Real Estate

Real Estate Elite Leverage the “Platinum Triangle

Robert Lavine was skiing down the slopes at The Peaks Resort & Spa in Telluride, Colorado, a world away from his coastal development projects, when he noticed an undeveloped parcel of land near the piste.

It was 1995, and the RAL Companies founder had already noticed his fellow skiers had an awful lot in common with the residents of his development projects back in New York. And as he kept gliding past the parcel to the lifts, he couldn’t shake his fascination with it.

“I have a way of ruining all my vacations by buying a piece of property and building something,” said Levine. “It’s a joke in the family, but that’s what happens.”

The parcel turned into a 55,000-square-foot, mixed-use development known as The Inn at Lost Creek, RAL’s first foray into the Telluride market. RAL, known for its projects in Miami and New York City, has since built a second hotel in the winter vacation destination. 

RAL was ahead of its time. It will soon be joined in Telluride, a former mining town 200 miles southwest of Aspen, by Fort Partners and Merrimac Ventures, two Florida developers making their first venture into the frosty mountain market. Their arrival solidifies Lavine’s insight about building in new markets for the exactly the same wealthy audience. Developers, and the luxury agents who sell the properties, are increasingly following these buyers to the markets where they seek fresh powder, sunshine and social life throughout the year. 

“I think if you look at how much the real estate market has appreciated since 2010, especially at the top end of the market, and if you look at how many billionaires have been created – and how many hundred-millionaires – have been created in the last decade, we have that many more clients out there,” said Tal Alexander, co-founder of Official.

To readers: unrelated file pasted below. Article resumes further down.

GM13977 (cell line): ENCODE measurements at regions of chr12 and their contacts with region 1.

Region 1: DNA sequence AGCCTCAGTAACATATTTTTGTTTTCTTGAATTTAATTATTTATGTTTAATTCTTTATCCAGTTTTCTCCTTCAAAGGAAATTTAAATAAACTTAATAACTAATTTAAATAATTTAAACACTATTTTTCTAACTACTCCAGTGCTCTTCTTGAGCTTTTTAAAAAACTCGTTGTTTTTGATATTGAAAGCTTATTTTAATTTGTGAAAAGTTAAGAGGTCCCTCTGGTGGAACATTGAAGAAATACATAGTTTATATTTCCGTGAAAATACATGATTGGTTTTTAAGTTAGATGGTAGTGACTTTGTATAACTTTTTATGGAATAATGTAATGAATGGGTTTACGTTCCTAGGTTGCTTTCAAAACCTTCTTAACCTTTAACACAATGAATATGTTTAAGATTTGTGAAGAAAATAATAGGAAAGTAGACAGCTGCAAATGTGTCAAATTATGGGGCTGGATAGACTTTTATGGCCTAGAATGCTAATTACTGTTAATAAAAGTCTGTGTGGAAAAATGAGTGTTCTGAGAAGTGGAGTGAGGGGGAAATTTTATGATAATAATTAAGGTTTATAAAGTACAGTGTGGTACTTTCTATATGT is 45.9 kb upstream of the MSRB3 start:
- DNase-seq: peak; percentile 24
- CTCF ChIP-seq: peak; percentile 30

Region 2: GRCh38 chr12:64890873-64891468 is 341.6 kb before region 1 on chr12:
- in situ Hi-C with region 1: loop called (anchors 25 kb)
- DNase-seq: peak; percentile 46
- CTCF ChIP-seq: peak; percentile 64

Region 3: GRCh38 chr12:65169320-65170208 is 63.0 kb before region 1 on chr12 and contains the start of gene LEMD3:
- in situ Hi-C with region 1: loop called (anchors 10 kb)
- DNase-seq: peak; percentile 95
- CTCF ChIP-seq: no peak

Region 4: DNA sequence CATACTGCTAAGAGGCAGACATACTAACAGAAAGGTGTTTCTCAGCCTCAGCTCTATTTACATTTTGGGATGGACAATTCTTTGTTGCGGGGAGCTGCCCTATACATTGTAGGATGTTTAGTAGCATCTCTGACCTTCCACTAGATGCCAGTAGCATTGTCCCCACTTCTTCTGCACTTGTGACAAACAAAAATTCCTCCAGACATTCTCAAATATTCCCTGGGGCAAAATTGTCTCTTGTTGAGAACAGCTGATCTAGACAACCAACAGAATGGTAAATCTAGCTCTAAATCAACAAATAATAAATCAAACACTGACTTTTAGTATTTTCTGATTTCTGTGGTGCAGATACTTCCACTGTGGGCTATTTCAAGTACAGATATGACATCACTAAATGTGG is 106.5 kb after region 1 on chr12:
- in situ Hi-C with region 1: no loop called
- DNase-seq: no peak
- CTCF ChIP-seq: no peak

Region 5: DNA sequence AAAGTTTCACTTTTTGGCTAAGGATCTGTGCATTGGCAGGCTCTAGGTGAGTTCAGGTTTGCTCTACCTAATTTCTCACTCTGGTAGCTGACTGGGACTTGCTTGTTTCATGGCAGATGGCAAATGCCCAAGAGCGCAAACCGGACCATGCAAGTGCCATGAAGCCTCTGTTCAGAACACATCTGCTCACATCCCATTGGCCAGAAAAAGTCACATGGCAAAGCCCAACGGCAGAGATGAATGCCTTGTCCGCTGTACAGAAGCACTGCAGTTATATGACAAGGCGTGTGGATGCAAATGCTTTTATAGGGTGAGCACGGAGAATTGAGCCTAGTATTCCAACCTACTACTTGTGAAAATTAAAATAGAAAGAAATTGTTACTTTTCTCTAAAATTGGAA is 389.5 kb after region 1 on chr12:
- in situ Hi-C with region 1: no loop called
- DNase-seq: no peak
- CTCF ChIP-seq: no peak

He and his brother Oren Alexander, who co-founded Official with the backing of white-label platform Side nearly two years ago, have been operating in the Miami and New York markets for years as the co-leads of a top team at Douglas Elliman. 

Now they are about to open an office in Aspen, from which Oren Alexander will lead sales. 

“It’s the platinum triangle,” said Tal Alexander: Aspen, Miami, New York.

The shape can always expand: the Alexanders also work in Los Angeles and Orange County, California, as well as the Hamptons. 

“We wanted to make sure we were boots on the ground in those markets,” said Tal Alexander on branching out to those locations.

The impulse to build for this group has risks, particularly on the development side. Miami developers Ophir Sternberg and Ricardo Dunin lost millions trying to establish a luxury resort in Nicaragua. Developer Yair Levy tried to get a slice of the pie in Miami’s Diamond District, only to sell the property after defaulting on a $27 million construction loan. 

“The real estate business is still a local business, at the end of the day, and very difficult to execute successfully,” said Bryan Cho, executive vice president at Related Companies, a developer with projects in luxury markets across the country, including New York, Los Angeles and South Florida. 

“I think there has been interest from developers around the country to explore growth markets, but it’s not so easy, unless you have had sort of an office, a presence, some experience, years of building relationships,” he said.

Levine said RAL has those relationships. On trips, he studies where tourists visiting an area are from before deciding to develop: If the visitors are arriving from major cities, it’s a sign there’s a market for luxury properties. RAL also looks at how easy it is to get somewhere by plane, though sometimes a locale’s isolation adds to its value. Part of Telluride’s appeal, he said, is that it’s so far off the beaten path.

For agents, the trick is to know which markets are up and coming. Tal Alexander said he spent last July in St. Tropez, in part to celebrate his father’s 70th birthday, and in part to scout out the local market. 

While having boots on the ground is important, developing an expertise in far away markets isn’t as difficult as it used to be. Filippo Incorvaia, founder of FI Real Estate in Miami, said he found comps online for his $16 million listing near Capri, Italy. He supplemented the research with calls to local brokerages. 

Getting a foothold in distant markets comes down to word-of-mouth referrals, said Incorvaia and Alexander. Enjoying the same kind of lifestyle as their clients helps.

“My clients are like my friends,” Alexander said. “The way I live my life socially and professionally. … It revolves around my business.”

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